The (R)Evolution of Financing the Green Transition : An empirical study on green innovation efforts and how investors can accelerate the clean energy transition
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- Master Thesis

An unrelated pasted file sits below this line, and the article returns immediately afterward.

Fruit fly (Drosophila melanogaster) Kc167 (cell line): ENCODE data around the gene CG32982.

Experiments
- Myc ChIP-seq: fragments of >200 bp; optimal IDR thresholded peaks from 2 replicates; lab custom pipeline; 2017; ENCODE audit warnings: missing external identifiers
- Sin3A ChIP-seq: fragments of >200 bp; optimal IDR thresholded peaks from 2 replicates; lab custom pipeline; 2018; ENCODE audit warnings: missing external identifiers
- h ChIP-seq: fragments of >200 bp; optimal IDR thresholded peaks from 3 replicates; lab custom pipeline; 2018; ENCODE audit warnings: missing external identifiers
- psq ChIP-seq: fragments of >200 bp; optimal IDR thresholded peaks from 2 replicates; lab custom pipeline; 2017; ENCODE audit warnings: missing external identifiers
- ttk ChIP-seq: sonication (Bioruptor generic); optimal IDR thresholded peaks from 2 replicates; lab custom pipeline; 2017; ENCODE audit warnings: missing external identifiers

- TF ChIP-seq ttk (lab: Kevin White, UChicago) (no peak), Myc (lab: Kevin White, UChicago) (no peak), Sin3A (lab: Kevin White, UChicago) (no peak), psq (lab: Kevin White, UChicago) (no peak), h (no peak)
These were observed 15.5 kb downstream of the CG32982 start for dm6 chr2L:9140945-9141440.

The purpose of the thesis is to investigate whether the current momentum of responsible investment approaches, hereunder the increasing adoption of excluding energy firms from investment portfolios, is the most efficient strategy for financing the clean energy transition. We investigate the green innovation efforts of the 250 largest European firms, divided into 12 sectors, by analyzing patent applications from 2000 to 2018. Concretely, we run pooled OLS regressions with year fixed effects to analyze sector differences in the relative efforts to produce green innovation, and the related innovation quality. Our findings suggest that energy firms produce relatively more green innovation, and that this innovation is of equal, or higher, quality than the innovation produced by firms in other sectors. Our discoveries also suggest that energy firms have a higher focus on innovation within renewables and carbon capture and storage. Moreover, we find that the innovation efforts of the three sectors with most green patents are less directed towards green technologies and of significantly lower quality than other sectors, including the energy sector. Conclusively, energy firms are considered important contributors and enablers of the green transition. Based on the empirical findings, we discuss the implications of excluding energy firms from investment portfolios. The strategy may impose higher cost of capital on firms that play a significant role in the green transition. Additionally, by pulling capital out of these firms, less responsible investors may invest and encourage the structural important energy firms to continue with carbon-intensive operations. Consequently, the energy firms may end up increasing their levels of greenhouse gas emissions instead of developing new, cleaner technologies. We therefore encourage responsible investors to invest in, rather than exclude, energy companies and actively engage to demand a green transformation of their operations.